The contention often advanced by playoff prognosticators that
teams undermine their postseason performance by playing poorly
down the stretch is poppycock. A review of Stanley Cup finalists
from the past five years uncovers many who have stumbled before
they've raced through the playoffs, including last year's
champion Red Wings, who closed the season 2-3-3, and runner-up
Flyers (2-3-2); the 1996 runner-up Panthers (3-6-1); the '95
champion Devils (2-4-1); and the '93 champion Canadiens (2-5)
and runner-up Kings (2-3-1).
Part of the reason that teams like these finish poorly is that
clubs whose playoff spots are assured early hold out valuable
players with even the slightest of injuries from late
regular-season games. (This year the Avalanche, who closed the
season 3-6-1, and the Penguins, 4-4-2, were essentially locked
into the second seed in their respective conferences for the
last month.) Coaches also rest their healthy stars by spreading
around ice time down the stretch.
More subtly, players who have an eye on the Cup can have a
difficult time sustaining intensity before the postseason.
"There's just no way to replicate the playoff atmosphere in the
regular season," says Colorado coach Marc Crawford. "You pace
yourself during the season, and you pick certain spots for a big
push. In the playoffs you let it all out on every shift. It's a
That helps explain why so many other seeming harbingers of
playoff success prove irrelevant. For instance, the Western
Conference champion Stars and the Eastern Conference champion
Devils should be aware that in the past eight seasons only three
of the 16 conference champs advanced to the Cup finals. "We know
that winning the conference doesn't mean a whole lot," says
Dallas defenseman Derian Hatcher, "but every player here wanted
home ice advantage."
Still, the fact remains that the regular season is little more
than a long and inconsequential pageant. It also points up one
of the exciting aspects of the postseason: The journey to the
Stanley Cup proves all the more captivating because it is so
HOCKEY'S MOST WANTED MAN
Oilers president and general manager (and former coach) Glen
Sather assembled and guided the Edmonton teams that won five
Stanley Cups from 1984 to '90, and though the Oilers have missed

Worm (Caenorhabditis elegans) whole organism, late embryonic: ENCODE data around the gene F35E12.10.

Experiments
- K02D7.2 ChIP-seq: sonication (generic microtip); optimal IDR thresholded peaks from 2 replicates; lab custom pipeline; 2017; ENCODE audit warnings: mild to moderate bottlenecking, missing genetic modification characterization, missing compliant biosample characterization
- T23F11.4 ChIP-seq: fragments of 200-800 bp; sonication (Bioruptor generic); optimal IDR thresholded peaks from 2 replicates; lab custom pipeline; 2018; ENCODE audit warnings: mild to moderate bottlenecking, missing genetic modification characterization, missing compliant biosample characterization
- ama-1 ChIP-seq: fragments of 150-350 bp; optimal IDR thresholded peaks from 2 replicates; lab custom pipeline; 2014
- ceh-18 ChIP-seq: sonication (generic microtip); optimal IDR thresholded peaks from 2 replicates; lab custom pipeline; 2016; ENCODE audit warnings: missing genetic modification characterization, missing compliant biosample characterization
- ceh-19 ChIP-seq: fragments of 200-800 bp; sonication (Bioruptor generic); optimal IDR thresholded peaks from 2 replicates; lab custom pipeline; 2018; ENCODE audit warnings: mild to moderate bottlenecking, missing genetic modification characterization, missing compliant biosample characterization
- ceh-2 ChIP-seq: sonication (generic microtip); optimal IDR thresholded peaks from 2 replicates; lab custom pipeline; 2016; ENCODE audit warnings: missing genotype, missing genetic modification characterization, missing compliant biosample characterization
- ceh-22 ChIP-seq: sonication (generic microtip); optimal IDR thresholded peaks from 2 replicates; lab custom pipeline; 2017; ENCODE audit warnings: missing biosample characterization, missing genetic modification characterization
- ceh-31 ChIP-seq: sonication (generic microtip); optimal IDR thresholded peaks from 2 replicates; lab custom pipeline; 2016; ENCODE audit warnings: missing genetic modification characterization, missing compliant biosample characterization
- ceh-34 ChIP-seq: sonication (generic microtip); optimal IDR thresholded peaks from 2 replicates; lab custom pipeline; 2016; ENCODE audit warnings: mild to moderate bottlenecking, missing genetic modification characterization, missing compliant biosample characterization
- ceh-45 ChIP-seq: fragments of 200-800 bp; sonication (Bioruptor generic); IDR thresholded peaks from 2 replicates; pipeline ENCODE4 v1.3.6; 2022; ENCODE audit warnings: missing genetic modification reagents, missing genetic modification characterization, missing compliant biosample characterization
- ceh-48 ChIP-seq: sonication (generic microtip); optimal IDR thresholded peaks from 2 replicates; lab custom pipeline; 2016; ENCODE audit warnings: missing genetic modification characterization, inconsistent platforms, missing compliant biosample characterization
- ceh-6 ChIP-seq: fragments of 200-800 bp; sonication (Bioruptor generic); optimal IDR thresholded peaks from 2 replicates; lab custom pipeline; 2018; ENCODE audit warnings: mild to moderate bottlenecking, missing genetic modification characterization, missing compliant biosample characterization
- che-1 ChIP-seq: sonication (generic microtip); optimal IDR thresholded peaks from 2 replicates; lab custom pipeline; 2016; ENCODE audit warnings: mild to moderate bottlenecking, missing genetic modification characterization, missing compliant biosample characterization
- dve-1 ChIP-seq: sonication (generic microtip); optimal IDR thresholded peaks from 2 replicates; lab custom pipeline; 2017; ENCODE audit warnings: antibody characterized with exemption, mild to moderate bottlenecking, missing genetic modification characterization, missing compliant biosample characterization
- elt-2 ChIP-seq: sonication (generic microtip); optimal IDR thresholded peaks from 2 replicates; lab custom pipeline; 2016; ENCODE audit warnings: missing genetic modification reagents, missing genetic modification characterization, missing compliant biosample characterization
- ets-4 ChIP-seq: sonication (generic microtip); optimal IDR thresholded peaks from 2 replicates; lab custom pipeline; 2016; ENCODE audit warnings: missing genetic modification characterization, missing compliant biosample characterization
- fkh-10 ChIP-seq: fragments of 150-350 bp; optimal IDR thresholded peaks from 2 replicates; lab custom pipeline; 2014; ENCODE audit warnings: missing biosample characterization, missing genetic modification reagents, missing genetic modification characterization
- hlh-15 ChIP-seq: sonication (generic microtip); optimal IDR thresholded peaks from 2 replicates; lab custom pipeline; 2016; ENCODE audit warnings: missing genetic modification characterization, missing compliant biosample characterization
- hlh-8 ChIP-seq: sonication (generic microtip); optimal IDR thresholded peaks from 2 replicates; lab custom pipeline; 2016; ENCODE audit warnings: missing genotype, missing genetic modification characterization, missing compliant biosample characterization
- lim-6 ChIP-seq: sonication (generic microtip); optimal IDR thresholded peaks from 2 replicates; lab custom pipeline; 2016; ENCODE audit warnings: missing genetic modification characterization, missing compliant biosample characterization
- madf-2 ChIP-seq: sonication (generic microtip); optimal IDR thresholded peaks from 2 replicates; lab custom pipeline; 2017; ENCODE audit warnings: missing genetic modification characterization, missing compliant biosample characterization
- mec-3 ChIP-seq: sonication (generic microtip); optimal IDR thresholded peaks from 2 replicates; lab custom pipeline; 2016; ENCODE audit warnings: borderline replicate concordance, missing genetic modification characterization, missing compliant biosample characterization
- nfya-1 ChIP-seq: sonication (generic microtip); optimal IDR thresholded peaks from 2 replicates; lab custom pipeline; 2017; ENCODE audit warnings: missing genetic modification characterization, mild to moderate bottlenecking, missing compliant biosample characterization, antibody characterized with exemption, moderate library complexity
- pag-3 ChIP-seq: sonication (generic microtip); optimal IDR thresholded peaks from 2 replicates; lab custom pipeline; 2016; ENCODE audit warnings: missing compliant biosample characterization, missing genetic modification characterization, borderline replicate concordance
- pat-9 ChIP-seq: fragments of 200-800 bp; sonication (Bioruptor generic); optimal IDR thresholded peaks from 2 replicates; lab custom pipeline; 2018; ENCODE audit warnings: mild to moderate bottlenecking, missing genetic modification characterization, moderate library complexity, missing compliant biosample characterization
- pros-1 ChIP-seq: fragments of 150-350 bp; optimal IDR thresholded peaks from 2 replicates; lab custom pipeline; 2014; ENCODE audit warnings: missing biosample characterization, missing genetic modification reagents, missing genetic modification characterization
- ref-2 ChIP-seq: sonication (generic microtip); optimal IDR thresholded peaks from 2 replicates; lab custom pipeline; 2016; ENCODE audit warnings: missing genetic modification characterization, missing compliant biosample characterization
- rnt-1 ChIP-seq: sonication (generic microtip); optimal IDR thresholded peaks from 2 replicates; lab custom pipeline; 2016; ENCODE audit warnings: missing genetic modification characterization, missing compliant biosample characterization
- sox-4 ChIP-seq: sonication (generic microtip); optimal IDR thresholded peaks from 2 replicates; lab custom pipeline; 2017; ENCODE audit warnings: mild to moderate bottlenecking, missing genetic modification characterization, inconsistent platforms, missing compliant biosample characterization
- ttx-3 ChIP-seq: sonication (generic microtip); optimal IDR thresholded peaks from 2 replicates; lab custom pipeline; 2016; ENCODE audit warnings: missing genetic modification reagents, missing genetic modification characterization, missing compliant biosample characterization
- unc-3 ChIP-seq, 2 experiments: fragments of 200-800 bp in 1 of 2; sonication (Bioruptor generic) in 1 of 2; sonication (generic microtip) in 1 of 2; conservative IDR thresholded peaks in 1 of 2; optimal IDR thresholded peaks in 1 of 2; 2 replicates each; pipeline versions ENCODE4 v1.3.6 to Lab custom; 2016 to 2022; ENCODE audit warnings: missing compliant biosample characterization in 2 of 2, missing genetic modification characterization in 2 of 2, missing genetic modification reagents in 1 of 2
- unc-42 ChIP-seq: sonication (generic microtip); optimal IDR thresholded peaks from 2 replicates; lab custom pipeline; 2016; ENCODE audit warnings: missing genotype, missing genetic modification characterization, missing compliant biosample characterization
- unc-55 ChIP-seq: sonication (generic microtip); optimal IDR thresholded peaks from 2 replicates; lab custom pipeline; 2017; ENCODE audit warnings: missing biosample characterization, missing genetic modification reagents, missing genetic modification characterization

the playoffs four times this decade, he remains among the
shrewdest traders and talent evaluators in the game. So it's no
wonder that Sather has so many suitors after having made it
known that with his contract expiring after this season, he's
considering leaving Edmonton.
"He could be the most-sought-after free agent," says Bruins
general manager Harry Sinden. "The bottom line is knowing who
can play and who can't play, and Glen probably knows that better
than any of us."
The possibility of Sather's departure after 19 years is rooted
in the recent sale of the financially strapped Oilers to a
consortium of 17 businessmen. To stay in Edmonton, Sather wants
assurance the multiheaded new ownership will 1) be as hands-off
on day-to-day hockey decisions as previous owner Peter
Pocklington was, and 2) give him the budget needed to compete
for a Cup. "I've been in survival mode for seven years," says
Sather, whose Oilers finished seventh in the Western Conference
and began the season with an $18.5 million payroll, third lowest
in the NHL. "I'd like to have the opportunity to win."
More than a half dozen teams have emerged as possible employers
for Sather, should he decide to move on: most prominently the
Sharks, the Maple Leafs and the Mighty Ducks. The league would
love to have Sather succeed Brian Burke, its vice president of
hockey operations, who is all but certain to leave his post
after this season. However, that's a thankless, noncreative job
that Sather would be unlikely to accept.
Sather, who will wait until after the June 27 draft to decide on
his future, says he still feels a strong sense of loyalty to
Edmonton. Those close to him--including Sinden--believe that if
Sather gets a reasonable commitment from the new owners, he'll
stay. Otherwise, he will have no difficulty finding another job
under his terms.
SHOOTING, SCORING, SITTING
Having one of the NHL's top scorers is no guarantee of team
success in this defense-first era. Four of the eight leading
point-getters this season played on clubs that failed to qualify
for the playoffs: the Canucks' Pavel Bure (third, with 90
points), the Rangers' Wayne Gretzky (fourth, 90), the Islanders'
Zigmund Palffy (sixth, 87) and the Mighty Ducks' Teemu Selanne
(eighth, 86). Meanwhile, none of the league's best three teams
had a player in the top 10 in scoring. The Stars' leading
point-getter finished 22nd (Joe Nieuwendyk, 69 points), the Red
Wings' best was 23rd (Steve Yzerman, 69), and the Devils' top
scorer wound up 30th (Bobby Holik, 65).
BUST AND BARGAIN
Coach Craig Hartsburg
1997-98 salary: $325,000
Chicago was flat when coaching mattered most--at the start
(2-10) and down the stretch (1-8-1)--and missed the playoffs for
the first time in 28 years.
Coach Joel Quenneville
1997-98 salary: $375,000
St. Louis started strong (11-2-2) and overcame injuries to
finish third in the West, reaching the playoffs for the 19th
straight year--the NHL's best streak.